10. Re: Point 5 - “The Authority shall establish measures to safeguard and ensure the need to cultivate agricultural land for its agricultural scope and purpose” on page 20: What are these measures?

  11. Re: Point 7 - “Landowners who intend to sell their agricultural land will have the option of selling land to the Authority.” On page 20 – will there be incentives to encourage landowners to sell their land to the Authority?

  12. Re: Point 8 - “The Authority as an intermediary” on page 21: How will it act as an intermediary? Within what scope and through which mechanisms? How autonomous, in terms of decision-making, would this new authority be? This could easily be included within MAFA’s portfolio since the scope of this White Paper is to preserve agriculture.

  13. Re: Point 9 - Coordination between Authority to be established and PA – page 22: “to strengthen control over the acquisition and tenure of land, leading to improvements in systems safeguarding agricultural land from undesirable development.” How and when will they work together? What if their policies contradict one another? What strength will the Authority have during PA hearing sessions?

  14. Re: Point 10: “Defining an agricultural lease in a just and fair manner” – In what way? Under which criteria? What weight will be given to upholding environmental and food security principles vs market price?

  15. While the right of landowners and their assets, in this case agricultural land, should be safeguarded, we strongly feel that food security and environmental stewardship and the agricultural sector’s key role in these areas should be given priority over commercial, residential or industrial interests which the land may take once it is leased.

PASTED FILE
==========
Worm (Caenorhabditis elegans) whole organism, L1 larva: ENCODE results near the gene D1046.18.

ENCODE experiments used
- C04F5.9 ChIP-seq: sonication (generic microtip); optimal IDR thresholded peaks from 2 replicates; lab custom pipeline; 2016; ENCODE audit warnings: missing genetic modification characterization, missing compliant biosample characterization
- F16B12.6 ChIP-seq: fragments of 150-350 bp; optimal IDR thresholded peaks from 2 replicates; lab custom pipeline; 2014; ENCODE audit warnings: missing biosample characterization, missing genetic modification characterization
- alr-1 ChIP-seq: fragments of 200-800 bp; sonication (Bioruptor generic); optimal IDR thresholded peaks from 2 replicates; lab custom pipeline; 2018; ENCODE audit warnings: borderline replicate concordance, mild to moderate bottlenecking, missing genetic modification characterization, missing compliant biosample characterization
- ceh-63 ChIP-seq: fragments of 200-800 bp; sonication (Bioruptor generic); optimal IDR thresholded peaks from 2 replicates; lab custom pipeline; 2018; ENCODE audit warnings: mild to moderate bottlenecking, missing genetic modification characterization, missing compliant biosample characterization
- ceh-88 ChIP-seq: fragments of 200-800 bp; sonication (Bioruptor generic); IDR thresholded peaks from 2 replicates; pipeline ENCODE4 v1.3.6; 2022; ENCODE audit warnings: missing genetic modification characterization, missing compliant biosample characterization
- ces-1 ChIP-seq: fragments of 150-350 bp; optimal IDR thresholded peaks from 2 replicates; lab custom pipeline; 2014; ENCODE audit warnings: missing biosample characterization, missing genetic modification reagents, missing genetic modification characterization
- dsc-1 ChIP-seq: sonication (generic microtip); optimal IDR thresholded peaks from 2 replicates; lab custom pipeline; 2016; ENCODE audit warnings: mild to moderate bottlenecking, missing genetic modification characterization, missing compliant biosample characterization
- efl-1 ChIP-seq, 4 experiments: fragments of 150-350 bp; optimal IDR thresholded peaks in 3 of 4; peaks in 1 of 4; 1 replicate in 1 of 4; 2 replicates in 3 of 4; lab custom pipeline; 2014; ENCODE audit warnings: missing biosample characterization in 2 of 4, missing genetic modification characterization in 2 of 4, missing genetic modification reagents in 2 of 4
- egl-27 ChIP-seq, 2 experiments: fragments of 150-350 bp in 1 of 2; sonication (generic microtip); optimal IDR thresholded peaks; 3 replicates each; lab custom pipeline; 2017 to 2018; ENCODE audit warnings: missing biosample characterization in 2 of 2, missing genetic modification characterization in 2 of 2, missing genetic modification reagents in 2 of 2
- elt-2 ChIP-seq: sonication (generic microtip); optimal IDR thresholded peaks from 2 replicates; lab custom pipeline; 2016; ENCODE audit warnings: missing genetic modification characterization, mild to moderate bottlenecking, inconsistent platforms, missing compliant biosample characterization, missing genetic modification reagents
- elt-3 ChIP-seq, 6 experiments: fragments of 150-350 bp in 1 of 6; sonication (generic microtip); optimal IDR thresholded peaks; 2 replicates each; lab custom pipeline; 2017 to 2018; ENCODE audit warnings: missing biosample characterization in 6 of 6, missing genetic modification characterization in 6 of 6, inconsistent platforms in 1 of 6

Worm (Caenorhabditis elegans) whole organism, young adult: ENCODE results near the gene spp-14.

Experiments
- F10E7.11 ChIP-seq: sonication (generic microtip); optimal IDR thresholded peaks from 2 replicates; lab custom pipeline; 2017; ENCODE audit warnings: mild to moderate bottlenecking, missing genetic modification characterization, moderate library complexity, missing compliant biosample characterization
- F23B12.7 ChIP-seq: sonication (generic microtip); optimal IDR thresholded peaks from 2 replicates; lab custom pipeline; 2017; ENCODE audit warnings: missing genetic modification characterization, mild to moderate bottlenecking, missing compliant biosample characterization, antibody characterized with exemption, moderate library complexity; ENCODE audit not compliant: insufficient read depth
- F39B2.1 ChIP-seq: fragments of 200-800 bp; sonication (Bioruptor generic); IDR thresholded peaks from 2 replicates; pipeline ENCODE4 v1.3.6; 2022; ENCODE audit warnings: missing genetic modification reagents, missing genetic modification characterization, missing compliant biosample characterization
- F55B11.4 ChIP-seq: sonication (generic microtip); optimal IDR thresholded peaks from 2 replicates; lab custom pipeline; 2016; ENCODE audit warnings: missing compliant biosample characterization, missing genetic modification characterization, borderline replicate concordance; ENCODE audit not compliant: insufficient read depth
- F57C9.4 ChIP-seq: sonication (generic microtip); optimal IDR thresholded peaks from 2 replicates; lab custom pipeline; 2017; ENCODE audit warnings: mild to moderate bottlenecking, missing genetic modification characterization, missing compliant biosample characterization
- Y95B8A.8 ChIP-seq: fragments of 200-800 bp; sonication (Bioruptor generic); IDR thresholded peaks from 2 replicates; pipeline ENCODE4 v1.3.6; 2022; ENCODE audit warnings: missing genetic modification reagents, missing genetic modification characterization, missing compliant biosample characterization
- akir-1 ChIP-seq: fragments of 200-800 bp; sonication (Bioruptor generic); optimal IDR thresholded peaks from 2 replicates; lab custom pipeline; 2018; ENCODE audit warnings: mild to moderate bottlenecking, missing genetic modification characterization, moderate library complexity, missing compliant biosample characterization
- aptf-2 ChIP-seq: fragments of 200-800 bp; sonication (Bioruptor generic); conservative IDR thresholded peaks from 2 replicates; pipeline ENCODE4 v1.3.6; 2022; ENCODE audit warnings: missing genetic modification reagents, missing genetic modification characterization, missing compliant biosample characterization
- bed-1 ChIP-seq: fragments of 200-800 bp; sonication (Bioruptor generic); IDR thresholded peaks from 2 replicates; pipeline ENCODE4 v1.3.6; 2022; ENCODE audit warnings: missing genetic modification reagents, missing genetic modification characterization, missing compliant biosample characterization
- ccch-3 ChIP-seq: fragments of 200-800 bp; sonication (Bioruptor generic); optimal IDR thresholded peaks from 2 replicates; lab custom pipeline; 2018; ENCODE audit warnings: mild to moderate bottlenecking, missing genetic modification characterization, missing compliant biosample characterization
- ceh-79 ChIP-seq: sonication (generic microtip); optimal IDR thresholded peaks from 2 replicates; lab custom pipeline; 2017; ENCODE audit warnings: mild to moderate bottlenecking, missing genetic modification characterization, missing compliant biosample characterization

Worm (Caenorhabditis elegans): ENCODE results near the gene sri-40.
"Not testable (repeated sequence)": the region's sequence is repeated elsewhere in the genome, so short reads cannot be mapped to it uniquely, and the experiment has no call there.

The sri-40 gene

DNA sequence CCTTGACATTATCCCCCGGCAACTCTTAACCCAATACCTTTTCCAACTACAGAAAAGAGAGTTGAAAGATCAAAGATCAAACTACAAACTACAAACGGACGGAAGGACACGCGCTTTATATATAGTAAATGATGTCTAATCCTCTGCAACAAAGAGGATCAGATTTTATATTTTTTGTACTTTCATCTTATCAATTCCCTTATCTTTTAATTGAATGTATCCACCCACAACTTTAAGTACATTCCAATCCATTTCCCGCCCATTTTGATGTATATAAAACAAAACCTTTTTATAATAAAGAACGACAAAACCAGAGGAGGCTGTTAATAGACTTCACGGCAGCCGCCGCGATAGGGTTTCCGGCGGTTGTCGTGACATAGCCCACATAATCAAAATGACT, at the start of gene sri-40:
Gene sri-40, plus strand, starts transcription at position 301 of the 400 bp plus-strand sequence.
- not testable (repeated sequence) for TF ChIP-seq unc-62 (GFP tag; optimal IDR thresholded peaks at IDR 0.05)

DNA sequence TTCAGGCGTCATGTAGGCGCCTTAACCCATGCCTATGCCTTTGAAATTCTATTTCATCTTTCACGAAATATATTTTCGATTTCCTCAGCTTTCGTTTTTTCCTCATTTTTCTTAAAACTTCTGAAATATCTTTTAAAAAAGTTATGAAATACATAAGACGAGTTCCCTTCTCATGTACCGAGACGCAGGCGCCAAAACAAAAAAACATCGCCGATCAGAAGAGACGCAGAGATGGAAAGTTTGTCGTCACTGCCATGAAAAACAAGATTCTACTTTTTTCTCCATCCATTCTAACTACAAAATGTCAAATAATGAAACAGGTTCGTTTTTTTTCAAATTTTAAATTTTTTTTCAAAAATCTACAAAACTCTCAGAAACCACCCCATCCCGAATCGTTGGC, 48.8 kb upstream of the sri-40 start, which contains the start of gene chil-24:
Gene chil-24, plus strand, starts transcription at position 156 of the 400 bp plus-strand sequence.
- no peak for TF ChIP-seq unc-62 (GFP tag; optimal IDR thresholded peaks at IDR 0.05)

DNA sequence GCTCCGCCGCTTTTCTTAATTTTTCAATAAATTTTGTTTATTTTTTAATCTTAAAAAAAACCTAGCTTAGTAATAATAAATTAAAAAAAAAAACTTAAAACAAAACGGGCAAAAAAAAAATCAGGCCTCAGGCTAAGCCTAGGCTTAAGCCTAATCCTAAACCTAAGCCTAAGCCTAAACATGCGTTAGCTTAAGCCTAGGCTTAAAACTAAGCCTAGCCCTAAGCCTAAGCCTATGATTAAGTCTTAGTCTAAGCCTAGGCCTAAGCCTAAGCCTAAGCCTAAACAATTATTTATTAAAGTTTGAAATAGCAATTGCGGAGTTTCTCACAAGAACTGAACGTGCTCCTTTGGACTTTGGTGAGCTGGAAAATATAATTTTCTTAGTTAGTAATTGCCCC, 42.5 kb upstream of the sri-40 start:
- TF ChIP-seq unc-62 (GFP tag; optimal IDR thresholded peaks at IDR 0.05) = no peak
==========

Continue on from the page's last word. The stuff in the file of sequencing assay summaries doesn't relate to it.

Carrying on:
16. Even though in recent parliamentary discussions most MPs have chosen to give credit to future farmers, this document has no specific mention of already existing young farmers. Generation renewal and continuity of the farming sectors can only be ensured if our young farmers are given access to farmland.

  17. There is no mention of tenureship in terms of EU funds and long-term projects. Tenureship agreements need to be solid and legally binding, and they cannot afford to be subjected to the whims of landowners. In the case where farmers have obtained EU funding (ie. taxpayers’ money), the land will be required to maintain its agricultural activity to ensure that the beneficiary will maintain farming operations and activities.

  18. Over the past 20 years the sharp decline in the output of the agricultural sector in terms of GDP and GVA has continued, going from 2.97% of GDP in 2002 to 1.6% in 2012. GVA has declined from 1.3% in 2012 to 0.7% in 2020. Despite the agricultural sector’s decline in terms of monetary value and output, its real value has increased significantly in light of declining food security, rampant urbanisation and the sector’s importance in safeguarding the environment. The environmental stewardship and socially linked benefits have outweighed economic significance in agriculture by far, and this needs to be recognised in this document and in any further legislation.

  19. On page 9, a reference is being made to students (Studenti tal-biedja). It would be good to explain further who may qualify for this scheme, and with which level of qualification.

  20. On page 9. regarding the use of the word “suffer” - how can one assess who is suffering the most, or who is at the larger disadvantage, and how can it be measured?

  21. Food security keeps being mentioned. Have any studies been done for us to know more on how much land is needed to sustain our population, for a determined amount of time, and what type of land is needed?

  22. We strongly suggest that there will be a further public consultation to clearly define important terms such as ‘Genuine Farmer’ and “Agriculture”. The term “Agriculture” or “Farming” is a very generic one and it has been un/intentionally misinterpreted to the detriment of the sector. The definition for local agriculture should be one which respects traditions while embracing technological advancement, and which takes into consideration the islands’ limitations and strengths.


Ministry for Agriculture, Fisheries and Animal Rights (2022)

Parliamentary Secretary for Agriculture, Fisheries and Animal Rights (2018)

Photo by Tessa Mercieca.